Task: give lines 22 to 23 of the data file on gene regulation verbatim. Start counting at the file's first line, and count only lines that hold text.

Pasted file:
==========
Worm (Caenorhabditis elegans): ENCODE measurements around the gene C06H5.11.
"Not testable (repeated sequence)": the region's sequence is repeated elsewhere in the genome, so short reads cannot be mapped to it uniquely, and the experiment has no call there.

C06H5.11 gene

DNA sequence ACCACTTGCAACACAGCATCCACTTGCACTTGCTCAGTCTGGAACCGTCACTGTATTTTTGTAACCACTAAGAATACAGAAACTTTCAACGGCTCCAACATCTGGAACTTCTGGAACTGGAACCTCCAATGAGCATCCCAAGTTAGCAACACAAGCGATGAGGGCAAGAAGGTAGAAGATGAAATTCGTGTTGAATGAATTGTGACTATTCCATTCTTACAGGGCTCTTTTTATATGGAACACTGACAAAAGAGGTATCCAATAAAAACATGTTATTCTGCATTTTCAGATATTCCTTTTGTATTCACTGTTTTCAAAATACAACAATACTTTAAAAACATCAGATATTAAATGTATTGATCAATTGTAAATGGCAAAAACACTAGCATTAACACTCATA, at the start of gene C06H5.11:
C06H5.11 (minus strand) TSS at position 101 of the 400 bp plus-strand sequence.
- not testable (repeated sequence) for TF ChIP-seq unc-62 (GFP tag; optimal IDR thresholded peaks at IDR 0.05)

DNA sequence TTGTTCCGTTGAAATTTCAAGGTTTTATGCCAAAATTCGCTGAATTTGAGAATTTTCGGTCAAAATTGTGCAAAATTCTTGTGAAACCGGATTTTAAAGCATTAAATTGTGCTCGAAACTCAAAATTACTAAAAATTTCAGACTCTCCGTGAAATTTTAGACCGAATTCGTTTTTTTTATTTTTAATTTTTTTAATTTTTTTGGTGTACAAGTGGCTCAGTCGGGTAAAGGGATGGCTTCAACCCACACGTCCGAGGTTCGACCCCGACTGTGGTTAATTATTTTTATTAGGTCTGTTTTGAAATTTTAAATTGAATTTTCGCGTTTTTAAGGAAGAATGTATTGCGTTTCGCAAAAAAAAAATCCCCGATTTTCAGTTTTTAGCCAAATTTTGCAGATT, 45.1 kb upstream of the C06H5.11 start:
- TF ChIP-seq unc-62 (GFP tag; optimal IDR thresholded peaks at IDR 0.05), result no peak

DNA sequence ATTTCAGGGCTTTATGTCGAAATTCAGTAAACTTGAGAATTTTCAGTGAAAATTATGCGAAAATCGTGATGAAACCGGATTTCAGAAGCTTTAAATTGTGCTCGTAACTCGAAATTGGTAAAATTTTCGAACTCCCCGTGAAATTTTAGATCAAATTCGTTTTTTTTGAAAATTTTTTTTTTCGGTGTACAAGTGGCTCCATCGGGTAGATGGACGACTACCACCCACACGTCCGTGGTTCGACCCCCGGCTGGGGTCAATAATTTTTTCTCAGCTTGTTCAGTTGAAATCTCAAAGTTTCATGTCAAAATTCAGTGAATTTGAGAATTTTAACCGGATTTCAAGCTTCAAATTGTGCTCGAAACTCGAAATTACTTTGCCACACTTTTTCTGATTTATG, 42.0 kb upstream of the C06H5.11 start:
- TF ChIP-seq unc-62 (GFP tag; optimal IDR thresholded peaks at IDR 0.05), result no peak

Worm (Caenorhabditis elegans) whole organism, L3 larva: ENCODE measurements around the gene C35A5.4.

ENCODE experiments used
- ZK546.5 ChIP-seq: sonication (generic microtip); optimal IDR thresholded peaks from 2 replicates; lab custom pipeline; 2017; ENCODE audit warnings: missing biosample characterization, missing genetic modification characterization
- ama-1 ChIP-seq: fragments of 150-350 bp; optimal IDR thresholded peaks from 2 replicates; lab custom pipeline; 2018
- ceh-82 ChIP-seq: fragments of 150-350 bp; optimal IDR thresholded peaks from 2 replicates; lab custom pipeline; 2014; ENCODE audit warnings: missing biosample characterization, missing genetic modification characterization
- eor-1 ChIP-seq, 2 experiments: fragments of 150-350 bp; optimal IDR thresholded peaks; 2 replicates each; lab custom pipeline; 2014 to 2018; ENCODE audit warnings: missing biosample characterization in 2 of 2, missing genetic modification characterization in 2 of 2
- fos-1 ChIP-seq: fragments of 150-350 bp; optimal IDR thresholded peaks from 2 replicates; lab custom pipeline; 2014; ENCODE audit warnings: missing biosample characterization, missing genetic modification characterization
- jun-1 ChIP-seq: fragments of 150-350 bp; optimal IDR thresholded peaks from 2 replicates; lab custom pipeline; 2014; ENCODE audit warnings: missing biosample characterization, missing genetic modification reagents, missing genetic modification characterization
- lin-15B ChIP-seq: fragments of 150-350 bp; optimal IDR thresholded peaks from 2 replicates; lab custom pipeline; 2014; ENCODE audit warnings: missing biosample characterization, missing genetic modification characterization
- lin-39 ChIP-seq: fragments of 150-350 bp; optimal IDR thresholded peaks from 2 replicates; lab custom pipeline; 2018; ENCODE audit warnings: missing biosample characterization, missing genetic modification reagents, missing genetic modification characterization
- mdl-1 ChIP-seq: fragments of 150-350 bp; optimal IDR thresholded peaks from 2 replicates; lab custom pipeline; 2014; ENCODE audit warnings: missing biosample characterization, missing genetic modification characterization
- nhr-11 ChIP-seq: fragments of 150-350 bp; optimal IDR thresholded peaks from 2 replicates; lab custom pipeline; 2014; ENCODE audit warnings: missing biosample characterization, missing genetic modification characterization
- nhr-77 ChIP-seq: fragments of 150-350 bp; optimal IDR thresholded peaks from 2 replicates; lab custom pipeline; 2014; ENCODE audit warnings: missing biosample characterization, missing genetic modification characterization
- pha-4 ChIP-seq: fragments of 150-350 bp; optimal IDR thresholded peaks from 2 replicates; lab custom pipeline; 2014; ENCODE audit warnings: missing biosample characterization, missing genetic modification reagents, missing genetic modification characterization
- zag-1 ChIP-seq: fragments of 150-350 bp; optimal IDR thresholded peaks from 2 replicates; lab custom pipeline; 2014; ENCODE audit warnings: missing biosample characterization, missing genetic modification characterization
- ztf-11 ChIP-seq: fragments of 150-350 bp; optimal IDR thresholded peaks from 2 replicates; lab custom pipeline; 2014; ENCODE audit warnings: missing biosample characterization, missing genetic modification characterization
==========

- nhr-11 ChIP-seq: fragments of 150-350 bp; optimal IDR thresholded peaks from 2 replicates; lab custom pipeline; 2014; ENCODE audit warnings: missing biosample characterization, missing genetic modification characterization
- nhr-77 ChIP-seq: fragments of 150-350 bp; optimal IDR thresholded peaks from 2 replicates; lab custom pipeline; 2014; ENCODE audit warnings: missing biosample characterization, missing genetic modification characterization